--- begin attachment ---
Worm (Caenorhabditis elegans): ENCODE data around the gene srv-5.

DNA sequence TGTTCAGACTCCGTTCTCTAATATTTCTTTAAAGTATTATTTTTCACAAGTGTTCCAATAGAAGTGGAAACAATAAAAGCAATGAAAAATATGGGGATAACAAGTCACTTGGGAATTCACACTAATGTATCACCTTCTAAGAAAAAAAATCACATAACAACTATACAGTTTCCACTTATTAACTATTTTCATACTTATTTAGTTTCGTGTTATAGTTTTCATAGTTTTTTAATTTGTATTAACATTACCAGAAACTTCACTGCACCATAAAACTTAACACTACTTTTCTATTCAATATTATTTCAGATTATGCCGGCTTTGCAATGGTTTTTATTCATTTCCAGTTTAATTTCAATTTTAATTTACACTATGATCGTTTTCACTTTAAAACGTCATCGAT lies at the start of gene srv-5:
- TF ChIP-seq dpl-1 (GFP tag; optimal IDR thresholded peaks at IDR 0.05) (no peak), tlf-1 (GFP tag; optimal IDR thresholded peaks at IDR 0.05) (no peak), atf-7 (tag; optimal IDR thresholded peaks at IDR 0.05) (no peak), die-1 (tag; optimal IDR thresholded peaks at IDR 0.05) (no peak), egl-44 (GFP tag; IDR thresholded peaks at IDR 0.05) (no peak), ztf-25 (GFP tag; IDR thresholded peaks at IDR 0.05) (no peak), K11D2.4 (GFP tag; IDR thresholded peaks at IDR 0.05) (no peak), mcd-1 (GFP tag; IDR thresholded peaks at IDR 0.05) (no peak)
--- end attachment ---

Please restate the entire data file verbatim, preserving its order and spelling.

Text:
Worm (Caenorhabditis elegans): ENCODE data around the gene srv-5.

DNA sequence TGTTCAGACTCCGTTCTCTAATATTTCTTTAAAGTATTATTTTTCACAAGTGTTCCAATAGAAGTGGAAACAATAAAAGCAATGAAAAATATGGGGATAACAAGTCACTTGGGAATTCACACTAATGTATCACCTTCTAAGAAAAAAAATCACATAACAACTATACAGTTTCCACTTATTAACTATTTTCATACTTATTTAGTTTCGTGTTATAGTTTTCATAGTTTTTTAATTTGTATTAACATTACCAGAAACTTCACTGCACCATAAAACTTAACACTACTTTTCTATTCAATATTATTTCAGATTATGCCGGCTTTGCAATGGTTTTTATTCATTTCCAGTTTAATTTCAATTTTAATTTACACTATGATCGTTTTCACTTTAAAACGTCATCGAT lies at the start of gene srv-5:
- TF ChIP-seq dpl-1 (GFP tag; optimal IDR thresholded peaks at IDR 0.05) (no peak), tlf-1 (GFP tag; optimal IDR thresholded peaks at IDR 0.05) (no peak), atf-7 (tag; optimal IDR thresholded peaks at IDR 0.05) (no peak), die-1 (tag; optimal IDR thresholded peaks at IDR 0.05) (no peak), egl-44 (GFP tag; IDR thresholded peaks at IDR 0.05) (no peak), ztf-25 (GFP tag; IDR thresholded peaks at IDR 0.05) (no peak), K11D2.4 (GFP tag; IDR thresholded peaks at IDR 0.05) (no peak), mcd-1 (GFP tag; IDR thresholded peaks at IDR 0.05) (no peak)